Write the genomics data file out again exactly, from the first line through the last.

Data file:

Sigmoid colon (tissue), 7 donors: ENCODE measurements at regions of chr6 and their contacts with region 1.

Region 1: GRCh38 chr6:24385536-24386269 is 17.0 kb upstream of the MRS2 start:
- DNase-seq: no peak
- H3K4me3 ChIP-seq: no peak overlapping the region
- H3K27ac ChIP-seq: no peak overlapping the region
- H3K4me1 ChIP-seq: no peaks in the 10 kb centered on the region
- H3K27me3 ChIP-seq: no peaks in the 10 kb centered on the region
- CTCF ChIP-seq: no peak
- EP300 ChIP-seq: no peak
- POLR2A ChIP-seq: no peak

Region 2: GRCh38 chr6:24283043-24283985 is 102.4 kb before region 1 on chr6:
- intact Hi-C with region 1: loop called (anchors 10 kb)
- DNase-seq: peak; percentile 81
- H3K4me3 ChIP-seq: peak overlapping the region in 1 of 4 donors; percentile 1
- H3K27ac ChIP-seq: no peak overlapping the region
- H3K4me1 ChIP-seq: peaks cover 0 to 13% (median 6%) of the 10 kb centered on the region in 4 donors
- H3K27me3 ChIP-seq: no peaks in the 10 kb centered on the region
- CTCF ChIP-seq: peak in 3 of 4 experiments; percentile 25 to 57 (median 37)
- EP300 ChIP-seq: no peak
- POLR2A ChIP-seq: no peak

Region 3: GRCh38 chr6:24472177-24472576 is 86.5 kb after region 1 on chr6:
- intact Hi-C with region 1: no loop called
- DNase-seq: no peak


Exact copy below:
Sigmoid colon (tissue), 7 donors: ENCODE measurements at regions of chr6 and their contacts with region 1.

Region 1: GRCh38 chr6:24385536-24386269 is 17.0 kb upstream of the MRS2 start:
- DNase-seq: no peak
- H3K4me3 ChIP-seq: no peak overlapping the region
- H3K27ac ChIP-seq: no peak overlapping the region
- H3K4me1 ChIP-seq: no peaks in the 10 kb centered on the region
- H3K27me3 ChIP-seq: no peaks in the 10 kb centered on the region
- CTCF ChIP-seq: no peak
- EP300 ChIP-seq: no peak
- POLR2A ChIP-seq: no peak

Region 2: GRCh38 chr6:24283043-24283985 is 102.4 kb before region 1 on chr6:
- intact Hi-C with region 1: loop called (anchors 10 kb)
- DNase-seq: peak; percentile 81
- H3K4me3 ChIP-seq: peak overlapping the region in 1 of 4 donors; percentile 1
- H3K27ac ChIP-seq: no peak overlapping the region
- H3K4me1 ChIP-seq: peaks cover 0 to 13% (median 6%) of the 10 kb centered on the region in 4 donors
- H3K27me3 ChIP-seq: no peaks in the 10 kb centered on the region
- CTCF ChIP-seq: peak in 3 of 4 experiments; percentile 25 to 57 (median 37)
- EP300 ChIP-seq: no peak
- POLR2A ChIP-seq: no peak

Region 3: GRCh38 chr6:24472177-24472576 is 86.5 kb after region 1 on chr6:
- intact Hi-C with region 1: no loop called
- DNase-seq: no peak